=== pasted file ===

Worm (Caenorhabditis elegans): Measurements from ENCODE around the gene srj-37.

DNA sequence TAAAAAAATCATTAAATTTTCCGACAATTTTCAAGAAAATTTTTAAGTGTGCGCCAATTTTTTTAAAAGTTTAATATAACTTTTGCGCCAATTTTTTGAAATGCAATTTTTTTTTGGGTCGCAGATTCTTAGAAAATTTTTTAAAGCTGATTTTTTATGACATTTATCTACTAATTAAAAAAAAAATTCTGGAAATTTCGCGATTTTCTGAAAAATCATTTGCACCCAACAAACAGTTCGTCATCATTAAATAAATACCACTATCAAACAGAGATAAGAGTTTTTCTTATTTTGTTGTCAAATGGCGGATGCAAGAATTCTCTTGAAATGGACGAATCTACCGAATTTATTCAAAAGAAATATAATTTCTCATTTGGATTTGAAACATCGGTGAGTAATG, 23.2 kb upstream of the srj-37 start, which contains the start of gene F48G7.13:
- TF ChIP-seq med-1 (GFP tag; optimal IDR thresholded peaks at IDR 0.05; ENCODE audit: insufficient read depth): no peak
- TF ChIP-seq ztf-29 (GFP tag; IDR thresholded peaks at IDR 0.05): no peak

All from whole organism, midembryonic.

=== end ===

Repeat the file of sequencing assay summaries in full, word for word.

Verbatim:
Worm (Caenorhabditis elegans): Measurements from ENCODE around the gene srj-37.

DNA sequence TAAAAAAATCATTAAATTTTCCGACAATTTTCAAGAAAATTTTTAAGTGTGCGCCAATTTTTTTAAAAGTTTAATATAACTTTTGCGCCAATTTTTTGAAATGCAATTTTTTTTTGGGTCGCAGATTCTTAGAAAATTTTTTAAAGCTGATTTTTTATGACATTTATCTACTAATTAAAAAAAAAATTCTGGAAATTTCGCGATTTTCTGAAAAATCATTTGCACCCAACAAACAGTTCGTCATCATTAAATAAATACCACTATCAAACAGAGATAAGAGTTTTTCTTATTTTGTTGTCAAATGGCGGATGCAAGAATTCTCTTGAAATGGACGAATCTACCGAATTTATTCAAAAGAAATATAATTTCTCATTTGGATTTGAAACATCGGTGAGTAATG, 23.2 kb upstream of the srj-37 start, which contains the start of gene F48G7.13:
- TF ChIP-seq med-1 (GFP tag; optimal IDR thresholded peaks at IDR 0.05; ENCODE audit: insufficient read depth): no peak
- TF ChIP-seq ztf-29 (GFP tag; IDR thresholded peaks at IDR 0.05): no peak

All from whole organism, midembryonic.